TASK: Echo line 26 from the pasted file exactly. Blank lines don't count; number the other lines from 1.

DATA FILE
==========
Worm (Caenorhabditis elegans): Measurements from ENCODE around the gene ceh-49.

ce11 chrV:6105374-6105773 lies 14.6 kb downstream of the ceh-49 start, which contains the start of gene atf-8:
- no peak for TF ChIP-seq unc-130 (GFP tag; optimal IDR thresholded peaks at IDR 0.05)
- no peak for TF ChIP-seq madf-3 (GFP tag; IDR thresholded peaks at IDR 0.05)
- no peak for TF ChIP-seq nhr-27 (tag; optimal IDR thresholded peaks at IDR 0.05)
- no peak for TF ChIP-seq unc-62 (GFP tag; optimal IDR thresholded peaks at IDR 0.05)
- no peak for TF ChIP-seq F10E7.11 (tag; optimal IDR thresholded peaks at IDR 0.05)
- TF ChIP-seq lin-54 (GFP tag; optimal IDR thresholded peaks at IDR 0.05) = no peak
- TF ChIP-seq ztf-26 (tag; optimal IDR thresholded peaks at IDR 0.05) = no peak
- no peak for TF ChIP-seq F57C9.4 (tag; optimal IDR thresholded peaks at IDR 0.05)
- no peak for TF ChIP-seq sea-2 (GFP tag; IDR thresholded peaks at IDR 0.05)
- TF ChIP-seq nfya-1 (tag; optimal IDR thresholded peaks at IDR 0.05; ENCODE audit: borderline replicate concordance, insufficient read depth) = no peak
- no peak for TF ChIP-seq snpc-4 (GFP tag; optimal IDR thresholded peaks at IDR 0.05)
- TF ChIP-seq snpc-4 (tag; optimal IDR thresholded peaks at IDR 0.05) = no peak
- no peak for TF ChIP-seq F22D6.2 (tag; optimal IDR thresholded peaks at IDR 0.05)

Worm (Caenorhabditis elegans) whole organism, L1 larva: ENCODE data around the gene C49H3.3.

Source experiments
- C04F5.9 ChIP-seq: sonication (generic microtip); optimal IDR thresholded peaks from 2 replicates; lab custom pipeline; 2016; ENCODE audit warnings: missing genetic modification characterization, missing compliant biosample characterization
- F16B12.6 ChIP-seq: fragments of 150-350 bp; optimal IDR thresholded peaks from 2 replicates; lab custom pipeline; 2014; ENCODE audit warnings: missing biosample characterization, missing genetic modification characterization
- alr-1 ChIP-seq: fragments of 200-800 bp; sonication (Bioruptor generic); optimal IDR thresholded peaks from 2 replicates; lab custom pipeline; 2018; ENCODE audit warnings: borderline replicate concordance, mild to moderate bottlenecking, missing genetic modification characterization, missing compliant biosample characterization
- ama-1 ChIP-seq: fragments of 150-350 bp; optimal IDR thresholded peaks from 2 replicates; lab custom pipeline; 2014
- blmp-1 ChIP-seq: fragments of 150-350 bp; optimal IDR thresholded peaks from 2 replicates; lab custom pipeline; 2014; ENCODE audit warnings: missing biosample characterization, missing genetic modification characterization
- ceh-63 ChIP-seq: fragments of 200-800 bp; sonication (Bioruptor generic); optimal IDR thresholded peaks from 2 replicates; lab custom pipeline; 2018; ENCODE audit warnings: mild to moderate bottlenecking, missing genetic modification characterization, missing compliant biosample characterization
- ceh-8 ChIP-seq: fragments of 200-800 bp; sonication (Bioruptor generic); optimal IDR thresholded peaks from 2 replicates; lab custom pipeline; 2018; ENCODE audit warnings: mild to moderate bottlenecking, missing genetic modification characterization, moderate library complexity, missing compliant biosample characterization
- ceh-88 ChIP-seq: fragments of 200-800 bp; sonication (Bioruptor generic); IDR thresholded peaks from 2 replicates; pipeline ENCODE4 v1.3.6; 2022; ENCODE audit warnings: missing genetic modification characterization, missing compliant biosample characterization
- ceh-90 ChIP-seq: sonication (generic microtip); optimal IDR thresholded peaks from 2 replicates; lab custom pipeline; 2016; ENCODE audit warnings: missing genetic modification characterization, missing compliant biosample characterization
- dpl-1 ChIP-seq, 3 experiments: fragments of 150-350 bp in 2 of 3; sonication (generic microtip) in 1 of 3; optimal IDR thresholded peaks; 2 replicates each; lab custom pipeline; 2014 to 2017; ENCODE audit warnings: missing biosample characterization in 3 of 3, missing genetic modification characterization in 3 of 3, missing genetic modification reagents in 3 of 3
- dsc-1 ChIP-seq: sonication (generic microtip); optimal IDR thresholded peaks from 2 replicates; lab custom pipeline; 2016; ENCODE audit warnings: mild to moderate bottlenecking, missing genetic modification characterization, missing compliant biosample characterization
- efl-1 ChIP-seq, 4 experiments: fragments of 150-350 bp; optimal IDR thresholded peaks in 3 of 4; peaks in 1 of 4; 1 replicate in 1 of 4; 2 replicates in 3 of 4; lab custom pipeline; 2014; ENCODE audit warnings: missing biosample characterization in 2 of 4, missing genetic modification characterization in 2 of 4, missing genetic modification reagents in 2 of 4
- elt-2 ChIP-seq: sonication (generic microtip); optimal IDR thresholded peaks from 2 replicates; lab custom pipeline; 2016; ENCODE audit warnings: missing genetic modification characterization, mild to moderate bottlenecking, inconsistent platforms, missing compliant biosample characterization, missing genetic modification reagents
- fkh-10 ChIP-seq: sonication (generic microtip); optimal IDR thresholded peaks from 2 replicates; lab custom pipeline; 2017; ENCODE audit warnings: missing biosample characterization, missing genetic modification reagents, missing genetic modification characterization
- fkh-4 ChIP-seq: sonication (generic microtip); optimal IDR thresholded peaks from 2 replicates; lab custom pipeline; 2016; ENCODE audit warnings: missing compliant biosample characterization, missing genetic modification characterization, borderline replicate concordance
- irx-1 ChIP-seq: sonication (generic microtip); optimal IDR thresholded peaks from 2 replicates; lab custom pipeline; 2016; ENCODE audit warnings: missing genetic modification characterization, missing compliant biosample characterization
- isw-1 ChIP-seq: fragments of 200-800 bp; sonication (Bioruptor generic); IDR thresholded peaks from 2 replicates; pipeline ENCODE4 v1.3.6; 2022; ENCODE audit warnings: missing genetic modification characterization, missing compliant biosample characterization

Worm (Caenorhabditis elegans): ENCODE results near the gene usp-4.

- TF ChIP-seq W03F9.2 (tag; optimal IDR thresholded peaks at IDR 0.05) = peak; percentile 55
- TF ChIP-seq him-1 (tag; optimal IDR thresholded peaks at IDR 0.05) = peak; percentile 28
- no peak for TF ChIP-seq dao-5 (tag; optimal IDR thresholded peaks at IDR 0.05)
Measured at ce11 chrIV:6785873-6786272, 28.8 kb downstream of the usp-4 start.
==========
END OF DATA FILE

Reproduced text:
- ceh-90 ChIP-seq: sonication (generic microtip); optimal IDR thresholded peaks from 2 replicates; lab custom pipeline; 2016; ENCODE audit warnings: missing genetic modification characterization, missing compliant biosample characterization